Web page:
Ruskin himself commands the pleasure and nobility that he salutes. For the imagination acknowledges both the power and the poignancy of It is as if… The Lamp of Truth had shone upon and from Leigh Hunt, too, when he praised a moment in early Keats as “a fancy founded, as all beautiful fancies are, on a strong sense of what really exists or occurs.”
Keats’s sonnet “Bright star! would I were steadfast as thou art” was transcribed by Fanny Brawne in the copy of Cary’s translation of Dante that Keats had given her. This gives us grounds for trusting that “Bright star!” is about her (not, manifestly, to her in one sense of “to,” since “thou” is the star, and the poem speaks of “her”). In the matter of how the film chooses to deploy the sonnet and other snatches of poems, the question is whether Campion’s imagination mines Keats’s art or undermines it:
Bright star! would I were steadfast as thou art—
Not in lone splendour hung aloft the night
And watching, with eternal lids apart,
Like nature’s patient, sleepless Eremite,
The moving waters at their priest like task
Of pure ablution round earth’s human shores,
Or gazing on the new soft-fallen mask
Of snow upon the mountains and the moors—
No—yet still steadfast, still unchangeable,
Pillowed upon my fair love’s ripening breast,
To feel for ever its soft swell and fall,
Awake for ever in a sweet unrest,
Still, still to hear her tender-taken breath,
And so live ever—or else swoon to death.
The sonnet comes to picture a star that watches and that gazes, and then it moves to imagining, not what it is to see and to be seen, but what it is to touch and to hear, to touch a breast, to hear a breath. Exquisitely imagined. The young couple in the film are not, at this point, to be grudged their pleasure in being together bodily and lovingly, and the scene does not lapse into the torrid. But to insist that the entwined lovers be accompanied by lines from the sonnet is to reduce the poem from a dramatic imagining to a stage direction or even a gloss. Keats utters the words “Pillowed upon my fair love’s ripening breast,” and his head has to be duly pillowed, or at any rate cushioned, on her breast.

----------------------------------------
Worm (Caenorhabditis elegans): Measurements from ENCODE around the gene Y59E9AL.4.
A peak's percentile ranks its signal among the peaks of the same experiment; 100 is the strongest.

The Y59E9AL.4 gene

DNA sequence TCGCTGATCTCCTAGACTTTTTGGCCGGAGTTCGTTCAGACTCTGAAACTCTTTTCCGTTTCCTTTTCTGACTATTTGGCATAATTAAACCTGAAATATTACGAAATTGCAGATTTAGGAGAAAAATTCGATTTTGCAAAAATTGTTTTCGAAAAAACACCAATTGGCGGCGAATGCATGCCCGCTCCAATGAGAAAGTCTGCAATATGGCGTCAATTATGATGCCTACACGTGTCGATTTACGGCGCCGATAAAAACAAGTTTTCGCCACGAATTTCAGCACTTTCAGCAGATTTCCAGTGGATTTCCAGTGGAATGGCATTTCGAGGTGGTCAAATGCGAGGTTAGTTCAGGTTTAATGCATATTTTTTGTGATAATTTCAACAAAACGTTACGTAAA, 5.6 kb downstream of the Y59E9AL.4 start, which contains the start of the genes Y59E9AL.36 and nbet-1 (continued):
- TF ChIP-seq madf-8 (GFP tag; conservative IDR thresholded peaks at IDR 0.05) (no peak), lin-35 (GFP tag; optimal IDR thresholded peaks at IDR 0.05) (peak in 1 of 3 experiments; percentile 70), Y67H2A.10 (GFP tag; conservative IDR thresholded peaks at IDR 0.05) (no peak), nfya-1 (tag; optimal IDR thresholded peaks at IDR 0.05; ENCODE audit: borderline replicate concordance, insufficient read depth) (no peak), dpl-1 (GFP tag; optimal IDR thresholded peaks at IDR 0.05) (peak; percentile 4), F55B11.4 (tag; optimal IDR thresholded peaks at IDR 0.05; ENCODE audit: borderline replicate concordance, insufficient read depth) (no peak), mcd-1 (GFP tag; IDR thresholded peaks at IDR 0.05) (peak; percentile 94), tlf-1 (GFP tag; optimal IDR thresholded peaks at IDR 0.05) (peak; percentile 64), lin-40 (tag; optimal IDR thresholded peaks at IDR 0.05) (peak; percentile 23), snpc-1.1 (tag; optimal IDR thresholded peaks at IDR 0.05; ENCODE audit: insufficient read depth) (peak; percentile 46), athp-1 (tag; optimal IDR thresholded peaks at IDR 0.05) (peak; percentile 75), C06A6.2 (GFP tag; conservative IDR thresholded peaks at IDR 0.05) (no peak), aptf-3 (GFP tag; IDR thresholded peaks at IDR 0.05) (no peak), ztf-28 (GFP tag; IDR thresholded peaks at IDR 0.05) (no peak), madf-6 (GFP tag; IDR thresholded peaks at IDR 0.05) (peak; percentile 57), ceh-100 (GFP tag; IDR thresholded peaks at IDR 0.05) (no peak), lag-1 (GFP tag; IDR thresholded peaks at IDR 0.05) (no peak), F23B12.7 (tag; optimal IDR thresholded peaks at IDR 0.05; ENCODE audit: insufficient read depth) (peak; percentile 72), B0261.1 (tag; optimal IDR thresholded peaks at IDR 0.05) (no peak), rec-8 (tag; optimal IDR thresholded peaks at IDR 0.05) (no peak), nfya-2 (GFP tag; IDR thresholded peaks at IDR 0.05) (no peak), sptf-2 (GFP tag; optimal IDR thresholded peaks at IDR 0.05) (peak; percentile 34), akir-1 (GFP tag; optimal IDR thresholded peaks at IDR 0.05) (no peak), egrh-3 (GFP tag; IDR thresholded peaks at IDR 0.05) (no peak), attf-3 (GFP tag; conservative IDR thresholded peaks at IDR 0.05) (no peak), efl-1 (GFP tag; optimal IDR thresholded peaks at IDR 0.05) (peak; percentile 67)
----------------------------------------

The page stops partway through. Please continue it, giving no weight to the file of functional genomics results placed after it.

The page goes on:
At the very end of the film, Fanny recites “Bright star!” Since the poem speaks of snow, there not only has to be snow on the ground but Fanny has to glance in its direction. When Keats, away from Fanny, evokes in a letter the setting where he is, at a window in sight of the sea, there has to be a sight of the sea, and then of him standing by the sighted sea. Moreover, to have him say to her in the film those things that he set down in letters to her (or, since this liberty is taken, in letters to others) is to misrepresent the nature of a letter and of a conversation, his conduct, and their relationship. When what he writes in a letter finds itself staged explicitly as a “poetry class” (a tutorial, indeed) for Fanny, there is an infidelity to his manners, his voice, his humor, and his art not only as a poet but as one of the very greatest of letter-writers. “If Poetry comes not as naturally as the Leaves to a tree it had better not come at all” 2 : it was one thing for him to write this to his friend John Taylor (February 27, 1818), it is another for him to trot it out priggishly at Fanny in Campion’s film. Elsewhere, voice-over is overused, as though none of us would have the patience to read for ourselves a few sentences from a letter that is before our eyes.